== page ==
But the system gets more and more interesting with every Operator added to the roster. The version we played was, I imagine, feature-complete—meaning the game will have around two-dozen Operators at launch.
What you start to see is some very MOBA-like behavior. Yes, in a shooter. It’s a disservice to call this a class system, because that usually implies four or five roles with some amount of overlap. Operators are very similar to the heroes you’d find in League of Legends or Dota 2—each has a name, each has a special ability, each has a weakness, and there can be only one of each character per game.
Other shooters are taking this approach as well, from Overwatch to Battleborn. But the difference is I don’t see Rainbow Six making a big deal out of this aspect, or trying to sell you on the characters and their personalities.
It sets up a very unique meta-game, though. You pick new Operators between each round, and what you end up seeing is teams adapting to—or even trying to predict—the other team’s behavior. They like shields? Bring a lot of grenades. They like hiding the hostage in the basement? Make sure you bring the Operator with the extra breaching charges. Fond of reinforced walls? Bring the guy with the thermite charges.
This extra layer of strategy is what will separate decent teams from the real pros in Rainbow Six Siege. You can’t just pick a favorite character and play him or her well—or, at least, you shouldn’t. Doing so means playing a suboptimal build in a constantly-evolving encounter.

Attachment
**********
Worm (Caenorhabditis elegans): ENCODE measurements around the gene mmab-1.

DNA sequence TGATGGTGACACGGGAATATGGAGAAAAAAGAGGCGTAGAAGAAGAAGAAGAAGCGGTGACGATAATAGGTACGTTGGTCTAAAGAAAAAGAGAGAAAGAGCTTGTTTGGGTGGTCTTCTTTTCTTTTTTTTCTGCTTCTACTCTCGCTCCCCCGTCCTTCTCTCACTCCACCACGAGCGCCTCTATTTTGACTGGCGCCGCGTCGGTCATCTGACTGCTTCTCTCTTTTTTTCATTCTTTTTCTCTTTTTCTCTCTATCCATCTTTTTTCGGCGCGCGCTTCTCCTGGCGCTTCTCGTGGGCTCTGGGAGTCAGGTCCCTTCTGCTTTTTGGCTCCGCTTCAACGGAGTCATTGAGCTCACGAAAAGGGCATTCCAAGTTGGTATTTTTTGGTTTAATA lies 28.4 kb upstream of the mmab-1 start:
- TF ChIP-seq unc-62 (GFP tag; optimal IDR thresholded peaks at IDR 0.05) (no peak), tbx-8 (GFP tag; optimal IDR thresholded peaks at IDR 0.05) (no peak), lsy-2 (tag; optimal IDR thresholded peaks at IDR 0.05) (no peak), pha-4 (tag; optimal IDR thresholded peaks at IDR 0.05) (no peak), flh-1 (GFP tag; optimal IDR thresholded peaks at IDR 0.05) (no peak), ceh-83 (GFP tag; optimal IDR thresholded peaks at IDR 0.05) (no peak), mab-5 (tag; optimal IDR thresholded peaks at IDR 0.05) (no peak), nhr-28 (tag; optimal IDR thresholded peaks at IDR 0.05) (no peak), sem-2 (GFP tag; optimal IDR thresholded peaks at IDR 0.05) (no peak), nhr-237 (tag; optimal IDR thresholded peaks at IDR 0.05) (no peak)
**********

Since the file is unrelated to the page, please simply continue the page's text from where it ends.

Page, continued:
Of course, sins that afflict MOBAs crop up here too. I’d go so far as to say there are a handful of borderline useless Operators amongst the pack, thanks to overlap with better builds or ones geared to such niche situations as to be rendered impractical. I’m looking at you, “Guy who attaches an electrical wire to metal surfaces” and “Person who can detect electronics through walls, which would be useful if the C4 didn’t already beep incessantly.”
Press events are weird
What I’ve thought about most though—and forgive me for indulging in some inside-baseball here—is how strange press events are for this style of game. At a press event, we all want to win. We all want to succeed.
Press events are, it’s worth reiterating, a magical place where you see the game in (hopefully) its best light. And that’s doubly true of multiplayer games, where you are set up to succeed. We all had headsets, we all had mics. One of the people on my team was fond of saying “Roger” as if he were auditioning for the next Call of Duty.
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